Prediction: Will wow audiences looking for the alternative and alienate those more into the mainstream. Either way, both audiences will applaud the performances and Eggers and cinematographer Jarin Blaschke will paint a stunningly beautiful canvas.
Feb 13 – Fantasy Island
Blumhouse Productions are about to shake things up again by breathing new life into a cult 70s tv series. With a star-studded cast – Michael Pena (Crash), Maggie Q (Nikita), Lucy Hale (Pretty Little Liars), and Michael Rooker (Henry: Portrait of a Serial Killer). On an island where your fantasies come true, only to turn into nightmares and the guests must figure out its mystery in order to survive.
Prediction: Another success for Jason Blum and the team which will connect with the cinema-going public. If it’s played right, it could offer a fresh take using a blend of fantasy and horror that could also spark a franchise
Feb 21 – Brahms: The Boy ll
This one is a bit of an oddity. Whilst its predecessor was a middle of the road affair and proved to be better than expected. It did feel like a one-off movie that didn’t necessarily warrant any further journey into the world of Brahms. A sequel is here though and will pick up with the doll being discovered by another family.
Prediction: A flop that will fall by the wayside and may not even make a blip on the radar.
Feb 27 – The Invisible Man
Another Blumhouse movie, this time in collaboration with Universal to resurrect their monsters franchise after the abysmal Tom Cruise vehicle from a few years ago. In what is potentially a ripe and current topic being explored in domestic violence as its central theme The Invisible Man boasts a cracking cast with Elisabeth Moss taking lead duties. It’s also in great hands with director Leigh Whannel steering the ship following his successful movie Upgrade from last year, plus Whannel is a storyteller, so expect a decent script to boot.
Prediction: The first big success of the year bringing the Universal monsters franchise back on track and paving the way for future projects with The Bride, Renfeld, The Invisible Woman, and Frankenstein.
Mar 20 – A Quiet Place Part 2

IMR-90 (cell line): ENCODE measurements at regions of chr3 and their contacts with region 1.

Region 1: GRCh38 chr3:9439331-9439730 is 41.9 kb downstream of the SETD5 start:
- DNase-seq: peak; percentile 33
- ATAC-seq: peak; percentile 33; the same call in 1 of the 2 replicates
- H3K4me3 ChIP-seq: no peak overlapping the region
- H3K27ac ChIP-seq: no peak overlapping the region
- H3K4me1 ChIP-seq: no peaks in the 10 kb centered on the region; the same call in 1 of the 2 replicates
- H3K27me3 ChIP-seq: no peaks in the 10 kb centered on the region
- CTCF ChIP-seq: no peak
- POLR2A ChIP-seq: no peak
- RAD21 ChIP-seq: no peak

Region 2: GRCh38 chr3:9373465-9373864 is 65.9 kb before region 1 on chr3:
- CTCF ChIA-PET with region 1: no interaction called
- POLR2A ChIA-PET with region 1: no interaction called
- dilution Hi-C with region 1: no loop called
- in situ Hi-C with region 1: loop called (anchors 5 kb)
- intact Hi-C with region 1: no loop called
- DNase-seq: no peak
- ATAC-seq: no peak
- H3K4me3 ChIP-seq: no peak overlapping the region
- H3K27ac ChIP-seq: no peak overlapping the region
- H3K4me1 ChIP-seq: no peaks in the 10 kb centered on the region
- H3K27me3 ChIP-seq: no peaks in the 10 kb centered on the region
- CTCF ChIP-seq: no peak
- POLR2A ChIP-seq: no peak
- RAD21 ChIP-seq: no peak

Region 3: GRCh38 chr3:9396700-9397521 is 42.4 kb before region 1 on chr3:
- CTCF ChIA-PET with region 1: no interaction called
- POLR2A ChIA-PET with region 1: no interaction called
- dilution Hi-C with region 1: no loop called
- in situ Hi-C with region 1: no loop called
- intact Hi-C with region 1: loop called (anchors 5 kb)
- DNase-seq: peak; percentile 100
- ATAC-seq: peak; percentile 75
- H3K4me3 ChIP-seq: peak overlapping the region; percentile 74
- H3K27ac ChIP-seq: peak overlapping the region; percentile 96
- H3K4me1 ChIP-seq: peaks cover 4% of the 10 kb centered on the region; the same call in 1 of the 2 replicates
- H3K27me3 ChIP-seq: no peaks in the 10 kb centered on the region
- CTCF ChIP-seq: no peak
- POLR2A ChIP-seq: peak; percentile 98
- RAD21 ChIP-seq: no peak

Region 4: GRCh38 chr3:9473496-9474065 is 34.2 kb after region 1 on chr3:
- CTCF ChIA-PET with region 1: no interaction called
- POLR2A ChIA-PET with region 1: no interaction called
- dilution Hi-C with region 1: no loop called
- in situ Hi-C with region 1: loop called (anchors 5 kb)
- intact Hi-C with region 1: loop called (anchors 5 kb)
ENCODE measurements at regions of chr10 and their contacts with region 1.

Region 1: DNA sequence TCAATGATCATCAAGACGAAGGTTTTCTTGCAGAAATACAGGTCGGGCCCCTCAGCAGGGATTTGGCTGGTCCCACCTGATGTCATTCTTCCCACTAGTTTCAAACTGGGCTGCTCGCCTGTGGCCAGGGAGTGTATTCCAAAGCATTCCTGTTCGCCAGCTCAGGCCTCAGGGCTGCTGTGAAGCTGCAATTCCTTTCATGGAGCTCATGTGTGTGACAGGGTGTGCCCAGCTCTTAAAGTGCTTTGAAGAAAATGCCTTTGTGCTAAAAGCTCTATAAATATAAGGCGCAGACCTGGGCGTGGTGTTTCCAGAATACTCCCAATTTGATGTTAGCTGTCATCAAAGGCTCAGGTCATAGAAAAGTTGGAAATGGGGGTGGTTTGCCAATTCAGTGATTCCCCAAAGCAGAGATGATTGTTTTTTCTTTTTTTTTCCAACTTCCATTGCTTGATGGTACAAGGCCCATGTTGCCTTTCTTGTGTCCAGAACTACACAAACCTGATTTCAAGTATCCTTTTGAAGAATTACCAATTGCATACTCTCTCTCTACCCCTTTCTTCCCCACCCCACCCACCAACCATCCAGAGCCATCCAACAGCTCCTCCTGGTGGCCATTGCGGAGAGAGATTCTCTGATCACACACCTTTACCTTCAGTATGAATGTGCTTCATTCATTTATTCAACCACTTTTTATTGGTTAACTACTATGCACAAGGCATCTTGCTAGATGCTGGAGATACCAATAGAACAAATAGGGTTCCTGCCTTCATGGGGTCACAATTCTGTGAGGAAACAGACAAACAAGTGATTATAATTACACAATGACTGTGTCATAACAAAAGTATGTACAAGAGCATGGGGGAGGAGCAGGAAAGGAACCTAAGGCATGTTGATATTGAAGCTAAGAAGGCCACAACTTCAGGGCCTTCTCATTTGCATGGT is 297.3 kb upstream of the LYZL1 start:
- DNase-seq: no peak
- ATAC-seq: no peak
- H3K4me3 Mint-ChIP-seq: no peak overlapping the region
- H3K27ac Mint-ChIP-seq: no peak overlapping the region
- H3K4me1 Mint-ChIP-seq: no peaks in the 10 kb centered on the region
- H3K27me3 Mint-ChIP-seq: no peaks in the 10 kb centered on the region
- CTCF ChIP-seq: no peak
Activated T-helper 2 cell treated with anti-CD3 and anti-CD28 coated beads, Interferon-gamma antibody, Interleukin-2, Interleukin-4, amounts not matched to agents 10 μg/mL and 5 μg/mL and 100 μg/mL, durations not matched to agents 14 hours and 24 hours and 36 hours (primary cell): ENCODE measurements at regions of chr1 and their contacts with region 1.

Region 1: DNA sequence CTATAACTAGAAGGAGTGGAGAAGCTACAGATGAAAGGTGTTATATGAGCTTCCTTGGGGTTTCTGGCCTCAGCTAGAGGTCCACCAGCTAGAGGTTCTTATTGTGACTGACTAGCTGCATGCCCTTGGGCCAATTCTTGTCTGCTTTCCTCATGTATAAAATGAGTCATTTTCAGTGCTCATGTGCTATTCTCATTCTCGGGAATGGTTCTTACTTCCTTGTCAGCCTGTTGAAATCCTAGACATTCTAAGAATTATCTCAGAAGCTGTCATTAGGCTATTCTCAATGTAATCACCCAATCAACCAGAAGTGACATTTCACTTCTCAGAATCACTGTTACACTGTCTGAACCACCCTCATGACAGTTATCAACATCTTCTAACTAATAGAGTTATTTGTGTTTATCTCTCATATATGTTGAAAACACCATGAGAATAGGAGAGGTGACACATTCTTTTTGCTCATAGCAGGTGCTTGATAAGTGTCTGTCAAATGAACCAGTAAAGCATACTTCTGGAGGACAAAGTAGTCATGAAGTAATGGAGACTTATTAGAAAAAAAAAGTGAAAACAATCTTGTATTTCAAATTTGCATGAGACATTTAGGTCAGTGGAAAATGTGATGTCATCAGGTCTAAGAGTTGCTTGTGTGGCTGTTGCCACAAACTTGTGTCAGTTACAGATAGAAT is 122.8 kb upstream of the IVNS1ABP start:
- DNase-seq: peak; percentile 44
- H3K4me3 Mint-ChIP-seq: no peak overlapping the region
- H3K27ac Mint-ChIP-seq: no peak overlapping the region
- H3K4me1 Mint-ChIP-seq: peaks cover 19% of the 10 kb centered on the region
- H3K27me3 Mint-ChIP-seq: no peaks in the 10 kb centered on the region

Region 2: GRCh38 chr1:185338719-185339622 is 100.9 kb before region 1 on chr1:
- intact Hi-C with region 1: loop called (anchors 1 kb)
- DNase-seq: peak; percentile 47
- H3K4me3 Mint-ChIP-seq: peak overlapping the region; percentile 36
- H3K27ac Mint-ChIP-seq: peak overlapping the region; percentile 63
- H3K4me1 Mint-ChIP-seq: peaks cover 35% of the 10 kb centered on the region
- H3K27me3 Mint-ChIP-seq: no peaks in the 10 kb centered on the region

The question is whether director John Krasiniski can repeat the winning formula from the first movie. This War of the Worlds style feature with an audio twist is more sci-fi than horror, but with the family in plight scenario held a strong connection with the audience. How will this translate now that there is an absent father?
Prediction: Cillian Murphy will provide some much needed gravitas to the narrative which will be strong enough to lift the audience through with some decent ups and downs to wrench up the tension.
Apr 3 – The New Mutants
Since Disney took over Marvel operations, The New Mutants has been stuck in production, deemed a little dark for the House of Mouse questioning how to distribute it. The feature comes across as The Dream Warriors crossed with the X-Men and centres on 5 young mutants held in a secret facility against their will. It also boasts a cracking cast with Maisie Williams (Game of Thrones), Anya Taylor-Joy (The VVitch, Split), and Charlie Heaton (Stranger Things).
Prediction: Despite several delays I feel that this film is gonna connect in a big way and pull in a lot of people. It just depends on how dark Disney are willing to go with it.
Apr 17 – Antlers
Little is known about this movie other than it is based on a short story by Nick Antosca the creative mind behind the Channel Zero anthology series. The screenplay must have some potential to have caught the eye of Guillermo Del Toro and put his name down as producer.
Prediction: With Keri Russell in the cast to provide the fantasy elements in reality, this could well be the surprise hit of the year.
May 15 – Saw reboot
Currently titled The Organ Donor starring Chris Rock, Samuel L. Jackson and Max Minghella this reboot of the Saw franchise will see the return of the Jigsaw Killer, but without Tobin Bell… I think? With director Darren Lynn Bousman at the helm once more following his turn overseeing parts 2-4, he is no stranger to the world.
Prediction: Will put bums on seats for the shock gore factor alone, but will the buddy cop drama approach pay off? Time will tell.
Jun 11 – Candyman
This is gonna be a tough one to watch for me as I am such a huge fan of the original movie and like Freddy, Candyman would haunt my dreams for a long time after viewing. A lot of that has to do with the strength of Clive Barker’s short story coupled with Tony Todd’s personification of the titular character. Part of me is willing for this to be a success though as I can see room for the movie to be delivered to a modern audience using folklore and mythology at its core, and the storyline itself can transcend easily through the ages. It will be interesting to see a female perspective in director Nia DaCosta to follow Helen’s journalistic investigations.
Prediction: Jordan Peele has attached his name to this project and is clearly passionate about the story, but one can’t help but feel this is one step too far in rekindling the old flame that resides within the Candyman story.
Jul 2 – Ghostbuster: Afterlife
I know it’s technically not a horror film, but I’m including this in the mix for its nostalgic value in me the original movie paved the love of horror that I have and opened the door to many more glorious visions in the genre ever since. The original team will return in some shape or form, but primarily the film centres around a mother and her two children who set up on a farm only to discover something paranormal lurking in the town.